The distribution of sources and sinks of carbon among the world's ecosystems is uncertain. Some analyses show northern mid-latitude lands to be a large sink, whereas the tropics are a net source1; other analyses show the tropics to be nearly neutral, whereas northern mid-latitudes are a small sink2,3. Here we show that the annual flux of carbon from deforestation and abandonment of agricultural lands in the Brazilian Amazon was a source of about 0.2 Pg C yr-1 over the period 1989–1998 (1 Pg is 1015 g). This estimate is based on annual rates of deforestation and spatially detailed estimates of deforestation, regrowing forests and biomass. Logging may add another 5–10% to this estimate4, and fires may double the magnitude of the source in years following a drought4. The annual source of carbon from land-use change and fire approximately offsets the sink calculated for natural ecosystems in the region5,6. Thus this large area of tropical forest is nearly balanced with respect to carbon, but has an interannual variability of ± 0.2 PgC yr-1.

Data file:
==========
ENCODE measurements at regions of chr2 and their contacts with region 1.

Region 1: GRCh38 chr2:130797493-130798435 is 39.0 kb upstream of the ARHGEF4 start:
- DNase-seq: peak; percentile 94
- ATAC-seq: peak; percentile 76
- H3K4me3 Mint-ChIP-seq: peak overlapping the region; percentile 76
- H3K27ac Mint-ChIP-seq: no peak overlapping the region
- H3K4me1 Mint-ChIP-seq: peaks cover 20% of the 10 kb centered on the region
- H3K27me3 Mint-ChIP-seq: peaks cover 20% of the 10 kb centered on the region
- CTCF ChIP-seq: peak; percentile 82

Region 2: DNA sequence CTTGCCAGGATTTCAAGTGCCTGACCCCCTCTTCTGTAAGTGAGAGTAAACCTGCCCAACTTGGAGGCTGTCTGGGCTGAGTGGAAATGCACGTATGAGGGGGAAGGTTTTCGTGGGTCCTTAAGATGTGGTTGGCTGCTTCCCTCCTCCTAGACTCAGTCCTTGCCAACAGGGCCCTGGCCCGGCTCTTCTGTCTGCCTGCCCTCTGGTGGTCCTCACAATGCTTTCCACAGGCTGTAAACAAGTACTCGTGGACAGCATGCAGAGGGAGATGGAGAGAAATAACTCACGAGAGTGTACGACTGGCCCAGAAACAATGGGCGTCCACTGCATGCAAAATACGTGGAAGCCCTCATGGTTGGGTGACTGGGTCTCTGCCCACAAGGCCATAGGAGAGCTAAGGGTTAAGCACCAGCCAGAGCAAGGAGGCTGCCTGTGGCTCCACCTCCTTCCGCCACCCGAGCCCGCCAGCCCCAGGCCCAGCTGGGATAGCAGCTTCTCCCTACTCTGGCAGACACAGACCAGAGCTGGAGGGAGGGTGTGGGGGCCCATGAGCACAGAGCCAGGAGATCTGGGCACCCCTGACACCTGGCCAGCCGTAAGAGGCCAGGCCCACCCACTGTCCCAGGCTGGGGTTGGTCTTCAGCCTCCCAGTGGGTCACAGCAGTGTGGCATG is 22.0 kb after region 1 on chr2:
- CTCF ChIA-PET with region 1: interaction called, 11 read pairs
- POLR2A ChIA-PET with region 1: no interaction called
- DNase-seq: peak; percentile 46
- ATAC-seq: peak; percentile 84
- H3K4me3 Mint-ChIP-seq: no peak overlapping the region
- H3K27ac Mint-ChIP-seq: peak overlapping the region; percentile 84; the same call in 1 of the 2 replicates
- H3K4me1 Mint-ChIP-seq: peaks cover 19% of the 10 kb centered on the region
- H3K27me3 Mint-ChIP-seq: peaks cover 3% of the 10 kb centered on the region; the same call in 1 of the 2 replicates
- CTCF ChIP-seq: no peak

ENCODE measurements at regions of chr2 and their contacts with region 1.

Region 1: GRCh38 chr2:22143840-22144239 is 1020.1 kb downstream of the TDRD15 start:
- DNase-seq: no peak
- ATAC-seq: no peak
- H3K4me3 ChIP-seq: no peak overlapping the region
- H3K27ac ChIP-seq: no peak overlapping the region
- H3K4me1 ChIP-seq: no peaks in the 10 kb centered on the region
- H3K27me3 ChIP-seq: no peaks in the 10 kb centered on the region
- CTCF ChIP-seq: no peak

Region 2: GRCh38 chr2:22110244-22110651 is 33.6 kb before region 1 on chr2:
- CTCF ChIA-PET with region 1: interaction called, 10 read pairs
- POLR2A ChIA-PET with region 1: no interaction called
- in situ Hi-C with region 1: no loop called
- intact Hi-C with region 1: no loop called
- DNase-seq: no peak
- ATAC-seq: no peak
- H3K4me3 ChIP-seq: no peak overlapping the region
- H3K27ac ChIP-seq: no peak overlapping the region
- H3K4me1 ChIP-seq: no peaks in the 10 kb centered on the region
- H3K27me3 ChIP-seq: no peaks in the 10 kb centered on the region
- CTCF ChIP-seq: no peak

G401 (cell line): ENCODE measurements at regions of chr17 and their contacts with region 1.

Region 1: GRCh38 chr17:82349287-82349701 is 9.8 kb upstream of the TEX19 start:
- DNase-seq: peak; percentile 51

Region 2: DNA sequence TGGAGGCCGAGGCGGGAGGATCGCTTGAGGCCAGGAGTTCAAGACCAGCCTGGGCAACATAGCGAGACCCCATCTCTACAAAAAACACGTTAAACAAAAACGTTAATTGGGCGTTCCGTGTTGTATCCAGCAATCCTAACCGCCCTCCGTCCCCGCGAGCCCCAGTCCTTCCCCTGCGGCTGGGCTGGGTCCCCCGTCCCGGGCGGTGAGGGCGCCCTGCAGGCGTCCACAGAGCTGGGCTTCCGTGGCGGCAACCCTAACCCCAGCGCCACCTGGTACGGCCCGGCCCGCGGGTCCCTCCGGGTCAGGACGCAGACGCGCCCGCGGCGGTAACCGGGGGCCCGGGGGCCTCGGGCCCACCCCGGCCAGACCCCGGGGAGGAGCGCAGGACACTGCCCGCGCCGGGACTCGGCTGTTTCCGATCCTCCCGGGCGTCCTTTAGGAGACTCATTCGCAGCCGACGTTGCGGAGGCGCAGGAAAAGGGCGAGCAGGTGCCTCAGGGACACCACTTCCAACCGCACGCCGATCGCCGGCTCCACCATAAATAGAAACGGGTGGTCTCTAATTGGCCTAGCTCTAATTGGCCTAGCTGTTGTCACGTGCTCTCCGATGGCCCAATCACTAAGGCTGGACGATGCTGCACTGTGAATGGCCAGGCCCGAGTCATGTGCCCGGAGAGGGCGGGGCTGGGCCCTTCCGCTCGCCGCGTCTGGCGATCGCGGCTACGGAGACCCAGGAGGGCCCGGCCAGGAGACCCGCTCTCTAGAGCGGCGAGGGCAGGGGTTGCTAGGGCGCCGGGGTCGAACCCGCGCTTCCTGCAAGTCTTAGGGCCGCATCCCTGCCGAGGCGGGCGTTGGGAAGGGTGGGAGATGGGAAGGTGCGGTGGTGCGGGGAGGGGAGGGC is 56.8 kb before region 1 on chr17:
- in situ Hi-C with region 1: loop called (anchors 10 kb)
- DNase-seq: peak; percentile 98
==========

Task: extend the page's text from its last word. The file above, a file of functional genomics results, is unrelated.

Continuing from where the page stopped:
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We thank A. Janetos, D. Nepstad, C. Prentice and R. Birdsey for comments on earlier drafts of the paper. This work was supported by the Terrestrial Ecology Program, the Land Cover and Land Use Change Program, and the Landsat Program in the NASA Office of Earth Science.
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Nature Sustainability (2018)